ATC 4234done suggests anomaly. On the construction contended for by the Chief Commissioner, sec. 16B permits (with sec. 16J) in the case of related trustee companies such as the plaintiff and the Permanent Trustee Company Limited, the aggregation of the whole of the wages paid out in all the trusts administered by the plaintiff, and at the same time aggregation of those wages with the wages paid out by the holding company in respect of one or some or all of the trusts administered by it, and then a calculation accordingly of the pay-roll tax payable on the wages paid by the plaintiff. In short the provision in sec. 42(1)(b) that the trustee lodge separate returns for each trust paying wages, would lose all its significance in the case of a trustee company.
The grouping provisions, particularly sec. 16B must be viewed against the background that the area in which they will operate will in any event, even if trustee companies are not included, be very wide and one asks oneself what reason Parliament could have had for making pay-roll tax higher when the trustee of the business is a company than when it is not, for that is the effect for which the Chief Commissioner contends. I find no satisfactory answer for such discrimination. One can understand, as counsel for the Chief Commissioner suggested, that the legislature might, by a provision such as sec. 16B, seek to prevent companies avoiding pay-roll tax by dividing employees between the holding company and a number of subsidiaries, but that seems to be quite remote from and unrelated to the case of companies carrying on businesses as trustees under a trust. Section 16B might even be explained on some general basis that there is a fairness or justice in requiring associated companies to be taxed by reference to the total workforce of the group, and there can be no doubt as to the reasonableness of the grouping provisions in sec. 16C and 16D. But even counsel for the Chief Commissioner did not seek to suggest a rational explanation why trustee companies should be grouped in respect of trust wages, and I myself can see none.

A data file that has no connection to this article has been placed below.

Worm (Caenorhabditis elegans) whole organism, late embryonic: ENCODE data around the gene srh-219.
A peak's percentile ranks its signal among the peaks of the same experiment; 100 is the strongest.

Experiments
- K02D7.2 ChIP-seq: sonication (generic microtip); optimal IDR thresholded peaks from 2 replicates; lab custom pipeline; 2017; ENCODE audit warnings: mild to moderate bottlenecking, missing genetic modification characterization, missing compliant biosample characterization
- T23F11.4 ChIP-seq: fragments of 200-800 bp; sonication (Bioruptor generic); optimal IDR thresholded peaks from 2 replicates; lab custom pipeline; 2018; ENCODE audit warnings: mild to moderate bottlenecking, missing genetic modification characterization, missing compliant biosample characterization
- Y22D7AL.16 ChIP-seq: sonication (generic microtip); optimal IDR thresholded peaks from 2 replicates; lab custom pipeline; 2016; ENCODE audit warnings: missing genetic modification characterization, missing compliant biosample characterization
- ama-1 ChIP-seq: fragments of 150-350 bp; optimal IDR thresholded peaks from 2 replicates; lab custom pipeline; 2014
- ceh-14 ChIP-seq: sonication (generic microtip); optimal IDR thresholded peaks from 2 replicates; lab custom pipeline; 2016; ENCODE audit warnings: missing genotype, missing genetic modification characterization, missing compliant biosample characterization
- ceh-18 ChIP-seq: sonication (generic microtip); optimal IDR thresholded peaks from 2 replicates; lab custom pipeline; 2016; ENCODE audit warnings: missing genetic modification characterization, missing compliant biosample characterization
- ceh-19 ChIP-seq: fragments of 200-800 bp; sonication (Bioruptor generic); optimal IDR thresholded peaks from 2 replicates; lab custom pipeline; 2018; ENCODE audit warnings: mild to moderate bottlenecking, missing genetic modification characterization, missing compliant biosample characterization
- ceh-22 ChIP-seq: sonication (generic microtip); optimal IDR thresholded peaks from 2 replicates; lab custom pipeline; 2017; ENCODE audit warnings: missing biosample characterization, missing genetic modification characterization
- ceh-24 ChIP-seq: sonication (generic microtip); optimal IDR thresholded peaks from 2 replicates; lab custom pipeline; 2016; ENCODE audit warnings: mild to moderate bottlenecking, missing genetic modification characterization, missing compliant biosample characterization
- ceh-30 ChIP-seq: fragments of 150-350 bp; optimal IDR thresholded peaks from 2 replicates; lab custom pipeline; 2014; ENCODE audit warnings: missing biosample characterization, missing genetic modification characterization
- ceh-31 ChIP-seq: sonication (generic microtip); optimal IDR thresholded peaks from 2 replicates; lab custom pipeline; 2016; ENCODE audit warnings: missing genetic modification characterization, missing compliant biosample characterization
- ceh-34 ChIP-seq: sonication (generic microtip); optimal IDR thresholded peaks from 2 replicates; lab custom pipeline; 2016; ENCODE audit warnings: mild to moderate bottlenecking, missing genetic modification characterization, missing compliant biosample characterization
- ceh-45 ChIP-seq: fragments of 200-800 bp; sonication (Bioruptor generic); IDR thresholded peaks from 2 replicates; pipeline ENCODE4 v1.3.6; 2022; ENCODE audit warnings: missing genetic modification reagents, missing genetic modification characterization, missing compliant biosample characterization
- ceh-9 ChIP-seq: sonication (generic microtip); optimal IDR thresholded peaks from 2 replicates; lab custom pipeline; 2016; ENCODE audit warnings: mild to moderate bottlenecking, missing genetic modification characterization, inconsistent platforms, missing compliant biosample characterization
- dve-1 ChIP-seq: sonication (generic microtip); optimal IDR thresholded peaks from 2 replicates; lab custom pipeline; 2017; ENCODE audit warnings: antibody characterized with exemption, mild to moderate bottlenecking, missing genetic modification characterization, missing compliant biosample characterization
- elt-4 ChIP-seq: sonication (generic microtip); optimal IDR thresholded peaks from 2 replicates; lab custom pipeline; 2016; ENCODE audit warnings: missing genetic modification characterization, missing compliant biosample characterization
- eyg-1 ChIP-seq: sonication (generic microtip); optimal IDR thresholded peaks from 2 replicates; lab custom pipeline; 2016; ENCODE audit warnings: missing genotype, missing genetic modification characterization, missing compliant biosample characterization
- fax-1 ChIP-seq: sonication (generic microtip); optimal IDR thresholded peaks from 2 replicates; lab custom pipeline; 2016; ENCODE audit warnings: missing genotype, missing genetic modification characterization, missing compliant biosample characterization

It was claimed by counsel for the Chief Commissioner that subsec. (2) of sec. 42 was a clear indication of an intention on the part of the legislature to render the grouping provisions, including sec. 16B, applicable to trustee companies, but I do not see the matter in that light. The grouping provisions of the Act have in sec. 16D(3)(e) and (6)(b), expressly dealt with grouping in the cases of trusts and a provision such as subsec. (2) in sec. 42 was needed to make clear that those particular grouping provisions override sec. 42(1). The fact that sec. 16D concerns itself expressly with trustees and when they are to be grouped as employers, and then in subsec. (4) expressly groups a corporation which has a controlling interest in a business with any other corporation related to it by reason of sec. 7(5) of the Code is again, in my view, a clear recognition by the Act that employers whether corporations or not, who are trustees are intended to be dealt with separately from employers whether corporations or not, who are not trustees.